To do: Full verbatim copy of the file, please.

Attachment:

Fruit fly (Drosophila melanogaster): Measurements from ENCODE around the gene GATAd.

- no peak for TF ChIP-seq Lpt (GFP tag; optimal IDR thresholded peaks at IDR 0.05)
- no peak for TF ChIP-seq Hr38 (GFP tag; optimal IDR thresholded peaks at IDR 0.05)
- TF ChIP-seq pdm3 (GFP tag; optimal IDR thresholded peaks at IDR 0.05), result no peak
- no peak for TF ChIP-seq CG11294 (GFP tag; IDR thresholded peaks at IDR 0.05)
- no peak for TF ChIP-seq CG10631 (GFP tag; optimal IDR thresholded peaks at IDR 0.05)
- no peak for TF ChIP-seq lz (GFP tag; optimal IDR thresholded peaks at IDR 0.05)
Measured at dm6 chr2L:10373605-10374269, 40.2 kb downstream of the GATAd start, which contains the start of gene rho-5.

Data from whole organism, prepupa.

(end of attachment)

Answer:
Fruit fly (Drosophila melanogaster): Measurements from ENCODE around the gene GATAd.

- no peak for TF ChIP-seq Lpt (GFP tag; optimal IDR thresholded peaks at IDR 0.05)
- no peak for TF ChIP-seq Hr38 (GFP tag; optimal IDR thresholded peaks at IDR 0.05)
- TF ChIP-seq pdm3 (GFP tag; optimal IDR thresholded peaks at IDR 0.05), result no peak
- no peak for TF ChIP-seq CG11294 (GFP tag; IDR thresholded peaks at IDR 0.05)
- no peak for TF ChIP-seq CG10631 (GFP tag; optimal IDR thresholded peaks at IDR 0.05)
- no peak for TF ChIP-seq lz (GFP tag; optimal IDR thresholded peaks at IDR 0.05)
Measured at dm6 chr2L:10373605-10374269, 40.2 kb downstream of the GATAd start, which contains the start of gene rho-5.

Data from whole organism, prepupa.